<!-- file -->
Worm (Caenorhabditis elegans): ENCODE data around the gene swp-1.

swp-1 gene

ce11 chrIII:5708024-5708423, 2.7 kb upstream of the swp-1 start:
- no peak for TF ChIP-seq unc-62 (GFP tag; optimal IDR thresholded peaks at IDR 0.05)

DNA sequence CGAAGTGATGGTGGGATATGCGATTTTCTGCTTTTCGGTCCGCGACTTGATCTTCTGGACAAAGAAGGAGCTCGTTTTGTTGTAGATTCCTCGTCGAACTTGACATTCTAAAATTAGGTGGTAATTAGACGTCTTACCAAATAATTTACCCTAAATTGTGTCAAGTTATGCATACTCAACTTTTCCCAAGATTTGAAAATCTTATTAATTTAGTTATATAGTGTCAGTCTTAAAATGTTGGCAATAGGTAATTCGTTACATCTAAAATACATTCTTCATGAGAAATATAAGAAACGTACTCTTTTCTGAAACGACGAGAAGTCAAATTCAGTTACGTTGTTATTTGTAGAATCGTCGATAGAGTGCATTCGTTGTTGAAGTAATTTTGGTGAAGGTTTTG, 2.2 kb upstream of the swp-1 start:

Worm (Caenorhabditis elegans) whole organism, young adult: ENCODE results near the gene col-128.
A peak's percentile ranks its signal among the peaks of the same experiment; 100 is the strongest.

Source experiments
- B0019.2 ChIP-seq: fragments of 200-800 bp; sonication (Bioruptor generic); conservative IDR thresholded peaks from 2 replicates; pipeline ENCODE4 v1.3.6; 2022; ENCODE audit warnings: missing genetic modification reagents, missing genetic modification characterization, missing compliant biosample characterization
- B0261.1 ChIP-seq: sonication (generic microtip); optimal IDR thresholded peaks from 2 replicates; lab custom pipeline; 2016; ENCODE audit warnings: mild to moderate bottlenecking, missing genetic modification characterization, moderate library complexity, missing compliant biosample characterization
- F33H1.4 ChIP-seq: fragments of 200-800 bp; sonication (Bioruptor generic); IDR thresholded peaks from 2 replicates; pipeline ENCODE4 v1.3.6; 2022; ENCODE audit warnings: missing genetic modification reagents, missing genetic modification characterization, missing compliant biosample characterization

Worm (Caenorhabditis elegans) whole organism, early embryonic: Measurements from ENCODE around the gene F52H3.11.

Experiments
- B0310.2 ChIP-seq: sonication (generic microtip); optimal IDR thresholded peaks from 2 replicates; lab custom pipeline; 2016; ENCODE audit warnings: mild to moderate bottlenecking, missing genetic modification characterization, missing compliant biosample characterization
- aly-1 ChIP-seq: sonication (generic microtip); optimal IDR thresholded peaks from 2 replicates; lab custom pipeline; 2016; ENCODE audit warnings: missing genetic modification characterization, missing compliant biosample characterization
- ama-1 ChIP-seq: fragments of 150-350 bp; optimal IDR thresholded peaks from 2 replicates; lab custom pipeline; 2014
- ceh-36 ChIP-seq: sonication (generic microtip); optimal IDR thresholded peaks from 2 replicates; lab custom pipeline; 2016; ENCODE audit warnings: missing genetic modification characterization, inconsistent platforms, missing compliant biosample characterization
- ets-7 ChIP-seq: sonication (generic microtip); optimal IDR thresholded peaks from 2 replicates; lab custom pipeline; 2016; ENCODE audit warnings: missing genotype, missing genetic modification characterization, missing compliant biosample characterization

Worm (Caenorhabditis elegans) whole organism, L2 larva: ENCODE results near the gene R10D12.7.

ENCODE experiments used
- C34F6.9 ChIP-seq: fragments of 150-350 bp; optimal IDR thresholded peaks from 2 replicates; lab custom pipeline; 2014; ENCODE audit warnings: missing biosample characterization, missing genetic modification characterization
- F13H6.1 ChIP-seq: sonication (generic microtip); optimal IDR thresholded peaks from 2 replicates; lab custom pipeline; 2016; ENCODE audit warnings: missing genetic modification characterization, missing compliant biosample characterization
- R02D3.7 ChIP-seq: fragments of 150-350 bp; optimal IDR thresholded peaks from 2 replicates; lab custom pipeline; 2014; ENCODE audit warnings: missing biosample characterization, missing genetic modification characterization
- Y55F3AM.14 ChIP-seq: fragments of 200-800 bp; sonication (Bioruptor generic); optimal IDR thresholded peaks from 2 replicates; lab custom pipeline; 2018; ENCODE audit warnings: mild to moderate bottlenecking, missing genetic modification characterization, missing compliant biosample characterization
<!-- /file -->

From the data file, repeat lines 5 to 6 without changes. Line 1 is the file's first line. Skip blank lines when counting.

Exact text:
DNA sequence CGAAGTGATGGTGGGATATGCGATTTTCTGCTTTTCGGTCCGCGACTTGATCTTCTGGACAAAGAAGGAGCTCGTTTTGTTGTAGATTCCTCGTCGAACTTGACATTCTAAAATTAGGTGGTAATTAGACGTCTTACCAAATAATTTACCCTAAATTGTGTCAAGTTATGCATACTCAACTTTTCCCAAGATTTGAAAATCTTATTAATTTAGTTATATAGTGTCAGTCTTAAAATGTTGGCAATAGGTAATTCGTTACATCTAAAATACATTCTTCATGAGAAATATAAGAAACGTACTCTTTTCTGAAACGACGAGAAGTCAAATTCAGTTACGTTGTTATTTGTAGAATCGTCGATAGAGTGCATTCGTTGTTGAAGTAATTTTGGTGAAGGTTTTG, 2.2 kb upstream of the swp-1 start:

Worm (Caenorhabditis elegans) whole organism, young adult: ENCODE results near the gene col-128.